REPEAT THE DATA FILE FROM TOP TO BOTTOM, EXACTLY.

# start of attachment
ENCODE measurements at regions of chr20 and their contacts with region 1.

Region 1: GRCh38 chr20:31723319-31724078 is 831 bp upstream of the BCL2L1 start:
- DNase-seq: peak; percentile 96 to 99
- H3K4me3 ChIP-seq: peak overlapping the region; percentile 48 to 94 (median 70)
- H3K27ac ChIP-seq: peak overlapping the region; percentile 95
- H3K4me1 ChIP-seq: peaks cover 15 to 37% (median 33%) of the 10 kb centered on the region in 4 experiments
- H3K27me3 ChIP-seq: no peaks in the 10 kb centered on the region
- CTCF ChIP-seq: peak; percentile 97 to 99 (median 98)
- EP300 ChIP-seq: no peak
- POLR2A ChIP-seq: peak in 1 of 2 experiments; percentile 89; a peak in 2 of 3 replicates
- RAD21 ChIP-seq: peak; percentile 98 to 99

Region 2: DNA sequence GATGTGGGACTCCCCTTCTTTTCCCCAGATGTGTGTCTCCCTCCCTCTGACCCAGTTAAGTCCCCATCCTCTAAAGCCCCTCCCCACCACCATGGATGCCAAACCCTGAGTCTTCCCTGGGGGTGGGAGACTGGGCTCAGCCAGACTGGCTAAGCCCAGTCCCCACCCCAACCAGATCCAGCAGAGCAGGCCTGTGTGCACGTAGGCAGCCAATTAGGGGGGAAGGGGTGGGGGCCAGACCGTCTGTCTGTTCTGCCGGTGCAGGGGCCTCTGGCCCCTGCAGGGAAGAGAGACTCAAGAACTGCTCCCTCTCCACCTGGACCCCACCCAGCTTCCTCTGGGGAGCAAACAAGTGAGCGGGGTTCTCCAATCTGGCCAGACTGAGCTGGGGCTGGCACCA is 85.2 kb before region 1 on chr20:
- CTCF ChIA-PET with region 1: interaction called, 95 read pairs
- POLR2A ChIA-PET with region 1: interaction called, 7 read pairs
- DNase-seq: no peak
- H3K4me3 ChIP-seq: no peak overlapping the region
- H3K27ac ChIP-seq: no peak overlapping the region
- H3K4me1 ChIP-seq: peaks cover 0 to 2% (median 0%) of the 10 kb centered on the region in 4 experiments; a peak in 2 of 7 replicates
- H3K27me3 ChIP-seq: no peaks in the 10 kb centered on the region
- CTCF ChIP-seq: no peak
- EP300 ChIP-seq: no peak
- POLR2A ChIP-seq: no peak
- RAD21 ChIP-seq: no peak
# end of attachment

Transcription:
ENCODE measurements at regions of chr20 and their contacts with region 1.

Region 1: GRCh38 chr20:31723319-31724078 is 831 bp upstream of the BCL2L1 start:
- DNase-seq: peak; percentile 96 to 99
- H3K4me3 ChIP-seq: peak overlapping the region; percentile 48 to 94 (median 70)
- H3K27ac ChIP-seq: peak overlapping the region; percentile 95
- H3K4me1 ChIP-seq: peaks cover 15 to 37% (median 33%) of the 10 kb centered on the region in 4 experiments
- H3K27me3 ChIP-seq: no peaks in the 10 kb centered on the region
- CTCF ChIP-seq: peak; percentile 97 to 99 (median 98)
- EP300 ChIP-seq: no peak
- POLR2A ChIP-seq: peak in 1 of 2 experiments; percentile 89; a peak in 2 of 3 replicates
- RAD21 ChIP-seq: peak; percentile 98 to 99

Region 2: DNA sequence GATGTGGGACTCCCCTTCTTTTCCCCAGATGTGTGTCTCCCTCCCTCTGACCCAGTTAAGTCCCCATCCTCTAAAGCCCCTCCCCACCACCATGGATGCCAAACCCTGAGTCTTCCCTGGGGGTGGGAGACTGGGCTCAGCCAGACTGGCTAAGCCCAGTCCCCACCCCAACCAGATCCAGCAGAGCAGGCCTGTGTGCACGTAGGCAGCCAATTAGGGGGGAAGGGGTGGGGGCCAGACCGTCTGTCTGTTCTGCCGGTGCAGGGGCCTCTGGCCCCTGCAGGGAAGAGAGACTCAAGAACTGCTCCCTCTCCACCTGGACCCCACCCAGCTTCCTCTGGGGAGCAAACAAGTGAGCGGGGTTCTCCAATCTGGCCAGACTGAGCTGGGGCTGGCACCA is 85.2 kb before region 1 on chr20:
- CTCF ChIA-PET with region 1: interaction called, 95 read pairs
- POLR2A ChIA-PET with region 1: interaction called, 7 read pairs
- DNase-seq: no peak
- H3K4me3 ChIP-seq: no peak overlapping the region
- H3K27ac ChIP-seq: no peak overlapping the region
- H3K4me1 ChIP-seq: peaks cover 0 to 2% (median 0%) of the 10 kb centered on the region in 4 experiments; a peak in 2 of 7 replicates
- H3K27me3 ChIP-seq: no peaks in the 10 kb centered on the region
- CTCF ChIP-seq: no peak
- EP300 ChIP-seq: no peak
- POLR2A ChIP-seq: no peak
- RAD21 ChIP-seq: no peak